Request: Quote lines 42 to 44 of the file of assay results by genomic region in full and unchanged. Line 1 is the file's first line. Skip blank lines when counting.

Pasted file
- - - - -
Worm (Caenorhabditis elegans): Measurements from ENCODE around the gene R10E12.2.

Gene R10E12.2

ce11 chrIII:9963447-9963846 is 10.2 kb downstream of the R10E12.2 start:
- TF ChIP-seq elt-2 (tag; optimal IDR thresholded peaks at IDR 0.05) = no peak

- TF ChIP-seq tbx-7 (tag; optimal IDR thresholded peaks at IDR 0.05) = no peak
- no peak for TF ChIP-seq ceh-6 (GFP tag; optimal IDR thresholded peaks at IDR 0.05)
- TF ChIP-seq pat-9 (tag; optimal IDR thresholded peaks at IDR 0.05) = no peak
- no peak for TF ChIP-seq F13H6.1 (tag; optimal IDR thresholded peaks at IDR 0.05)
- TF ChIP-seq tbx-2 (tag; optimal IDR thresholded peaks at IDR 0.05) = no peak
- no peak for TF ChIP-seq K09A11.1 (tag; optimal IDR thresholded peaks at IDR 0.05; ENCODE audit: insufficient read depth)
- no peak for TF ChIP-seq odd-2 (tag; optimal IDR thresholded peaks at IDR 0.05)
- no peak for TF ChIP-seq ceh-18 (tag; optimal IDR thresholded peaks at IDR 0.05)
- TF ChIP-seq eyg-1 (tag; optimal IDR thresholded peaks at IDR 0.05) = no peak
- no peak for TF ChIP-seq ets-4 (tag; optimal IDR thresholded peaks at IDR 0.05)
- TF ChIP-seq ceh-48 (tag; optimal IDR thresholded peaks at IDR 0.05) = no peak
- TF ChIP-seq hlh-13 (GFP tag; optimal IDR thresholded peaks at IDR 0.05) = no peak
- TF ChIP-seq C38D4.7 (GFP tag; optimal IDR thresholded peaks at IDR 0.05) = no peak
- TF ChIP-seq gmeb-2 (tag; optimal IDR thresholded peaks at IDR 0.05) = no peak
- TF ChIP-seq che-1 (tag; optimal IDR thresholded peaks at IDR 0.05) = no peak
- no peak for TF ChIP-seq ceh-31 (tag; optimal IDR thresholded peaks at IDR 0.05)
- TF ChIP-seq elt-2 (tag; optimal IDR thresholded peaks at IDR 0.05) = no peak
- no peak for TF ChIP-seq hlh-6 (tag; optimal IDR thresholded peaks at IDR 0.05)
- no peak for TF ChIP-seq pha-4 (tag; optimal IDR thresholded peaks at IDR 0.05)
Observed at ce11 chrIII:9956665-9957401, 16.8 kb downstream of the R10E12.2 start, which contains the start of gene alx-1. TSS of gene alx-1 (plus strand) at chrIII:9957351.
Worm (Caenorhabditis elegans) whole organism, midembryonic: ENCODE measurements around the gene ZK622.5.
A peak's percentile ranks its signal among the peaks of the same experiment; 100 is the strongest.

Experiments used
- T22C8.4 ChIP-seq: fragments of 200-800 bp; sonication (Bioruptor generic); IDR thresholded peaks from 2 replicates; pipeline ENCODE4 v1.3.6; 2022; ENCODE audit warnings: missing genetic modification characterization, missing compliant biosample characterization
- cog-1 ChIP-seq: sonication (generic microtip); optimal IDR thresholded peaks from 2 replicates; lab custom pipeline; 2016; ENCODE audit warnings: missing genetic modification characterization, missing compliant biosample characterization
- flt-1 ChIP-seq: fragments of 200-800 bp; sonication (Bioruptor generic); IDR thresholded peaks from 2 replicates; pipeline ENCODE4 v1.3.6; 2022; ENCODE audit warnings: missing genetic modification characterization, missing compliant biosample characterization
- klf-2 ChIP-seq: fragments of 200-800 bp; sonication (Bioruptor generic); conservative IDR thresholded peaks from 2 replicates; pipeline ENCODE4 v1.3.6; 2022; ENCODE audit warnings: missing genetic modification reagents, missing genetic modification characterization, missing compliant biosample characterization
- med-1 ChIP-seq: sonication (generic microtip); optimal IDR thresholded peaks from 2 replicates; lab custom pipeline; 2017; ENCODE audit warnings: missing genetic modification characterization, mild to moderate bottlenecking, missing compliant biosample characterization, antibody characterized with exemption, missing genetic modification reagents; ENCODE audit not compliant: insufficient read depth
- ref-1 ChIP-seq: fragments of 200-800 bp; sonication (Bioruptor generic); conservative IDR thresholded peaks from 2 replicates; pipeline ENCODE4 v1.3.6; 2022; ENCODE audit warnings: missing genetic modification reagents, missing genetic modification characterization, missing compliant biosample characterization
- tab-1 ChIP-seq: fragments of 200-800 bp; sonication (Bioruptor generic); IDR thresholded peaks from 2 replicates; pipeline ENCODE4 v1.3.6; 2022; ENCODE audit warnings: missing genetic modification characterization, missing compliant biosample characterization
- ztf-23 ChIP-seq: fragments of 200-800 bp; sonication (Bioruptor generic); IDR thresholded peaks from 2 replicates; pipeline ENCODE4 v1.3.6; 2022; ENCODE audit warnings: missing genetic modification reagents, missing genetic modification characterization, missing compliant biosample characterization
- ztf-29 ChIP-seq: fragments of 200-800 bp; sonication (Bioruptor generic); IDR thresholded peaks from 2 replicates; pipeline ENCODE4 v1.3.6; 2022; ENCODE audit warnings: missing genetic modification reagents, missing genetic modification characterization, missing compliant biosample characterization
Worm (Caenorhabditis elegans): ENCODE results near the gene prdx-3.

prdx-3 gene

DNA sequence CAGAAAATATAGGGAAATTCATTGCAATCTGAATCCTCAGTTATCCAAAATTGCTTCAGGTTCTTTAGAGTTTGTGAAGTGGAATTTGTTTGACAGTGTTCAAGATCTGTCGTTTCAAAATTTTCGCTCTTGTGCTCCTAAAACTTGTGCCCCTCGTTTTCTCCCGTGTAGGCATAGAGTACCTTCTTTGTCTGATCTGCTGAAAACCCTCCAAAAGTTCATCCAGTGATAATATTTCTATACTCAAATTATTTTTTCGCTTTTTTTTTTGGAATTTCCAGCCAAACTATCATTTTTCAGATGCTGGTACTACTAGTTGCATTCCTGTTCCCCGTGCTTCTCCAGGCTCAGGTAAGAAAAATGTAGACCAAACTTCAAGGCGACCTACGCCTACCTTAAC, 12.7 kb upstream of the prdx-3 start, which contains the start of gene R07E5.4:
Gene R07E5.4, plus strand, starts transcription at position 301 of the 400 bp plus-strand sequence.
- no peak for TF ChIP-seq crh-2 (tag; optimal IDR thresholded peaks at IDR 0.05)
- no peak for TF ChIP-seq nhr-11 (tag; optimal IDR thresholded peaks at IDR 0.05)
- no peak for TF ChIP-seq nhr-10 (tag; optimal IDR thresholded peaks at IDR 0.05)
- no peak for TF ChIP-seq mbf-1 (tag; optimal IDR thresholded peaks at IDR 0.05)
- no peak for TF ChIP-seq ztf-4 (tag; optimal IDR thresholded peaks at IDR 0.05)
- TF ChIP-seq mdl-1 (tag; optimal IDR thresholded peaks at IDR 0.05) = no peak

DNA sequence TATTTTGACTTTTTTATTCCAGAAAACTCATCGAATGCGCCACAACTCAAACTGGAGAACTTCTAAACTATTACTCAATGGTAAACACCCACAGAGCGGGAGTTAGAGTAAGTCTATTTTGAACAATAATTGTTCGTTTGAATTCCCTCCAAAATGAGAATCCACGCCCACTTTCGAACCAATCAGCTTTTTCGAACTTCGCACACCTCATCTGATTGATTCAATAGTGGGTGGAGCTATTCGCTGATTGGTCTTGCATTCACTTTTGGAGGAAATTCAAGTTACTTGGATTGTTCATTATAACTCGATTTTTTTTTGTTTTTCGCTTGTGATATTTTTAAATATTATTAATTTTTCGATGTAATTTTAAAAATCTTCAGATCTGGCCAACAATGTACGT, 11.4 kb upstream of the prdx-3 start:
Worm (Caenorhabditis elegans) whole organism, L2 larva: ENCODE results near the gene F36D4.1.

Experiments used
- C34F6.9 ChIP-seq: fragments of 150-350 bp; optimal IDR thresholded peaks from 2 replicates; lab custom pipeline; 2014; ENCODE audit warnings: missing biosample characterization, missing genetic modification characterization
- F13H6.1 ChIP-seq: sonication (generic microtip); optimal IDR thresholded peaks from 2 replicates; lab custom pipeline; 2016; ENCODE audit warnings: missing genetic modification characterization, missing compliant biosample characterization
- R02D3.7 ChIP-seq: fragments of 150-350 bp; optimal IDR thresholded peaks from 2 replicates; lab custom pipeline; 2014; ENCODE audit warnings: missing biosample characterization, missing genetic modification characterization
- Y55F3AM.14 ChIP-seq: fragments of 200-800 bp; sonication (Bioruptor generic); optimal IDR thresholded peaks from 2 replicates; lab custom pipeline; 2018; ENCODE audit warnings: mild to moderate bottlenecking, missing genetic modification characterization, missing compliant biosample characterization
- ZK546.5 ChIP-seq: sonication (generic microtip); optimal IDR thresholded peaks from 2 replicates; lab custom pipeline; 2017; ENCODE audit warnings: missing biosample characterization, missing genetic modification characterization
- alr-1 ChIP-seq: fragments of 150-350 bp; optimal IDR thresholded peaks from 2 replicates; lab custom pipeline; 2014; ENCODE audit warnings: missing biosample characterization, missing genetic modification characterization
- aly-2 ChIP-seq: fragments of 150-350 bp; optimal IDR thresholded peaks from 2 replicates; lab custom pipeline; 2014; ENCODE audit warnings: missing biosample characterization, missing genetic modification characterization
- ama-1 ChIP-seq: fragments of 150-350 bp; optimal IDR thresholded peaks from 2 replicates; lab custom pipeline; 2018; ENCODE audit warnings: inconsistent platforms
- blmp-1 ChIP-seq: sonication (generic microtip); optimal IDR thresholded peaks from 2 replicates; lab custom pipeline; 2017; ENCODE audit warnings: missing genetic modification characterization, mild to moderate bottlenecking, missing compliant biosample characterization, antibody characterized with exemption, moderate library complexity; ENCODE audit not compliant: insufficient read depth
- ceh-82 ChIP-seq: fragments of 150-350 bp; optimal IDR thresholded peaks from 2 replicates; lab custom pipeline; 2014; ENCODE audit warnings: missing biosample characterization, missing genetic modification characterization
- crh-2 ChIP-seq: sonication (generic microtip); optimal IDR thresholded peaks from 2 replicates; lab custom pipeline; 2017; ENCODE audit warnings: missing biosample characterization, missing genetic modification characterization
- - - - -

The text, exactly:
- no peak for TF ChIP-seq nhr-11 (tag; optimal IDR thresholded peaks at IDR 0.05)
- no peak for TF ChIP-seq nhr-10 (tag; optimal IDR thresholded peaks at IDR 0.05)
- no peak for TF ChIP-seq mbf-1 (tag; optimal IDR thresholded peaks at IDR 0.05)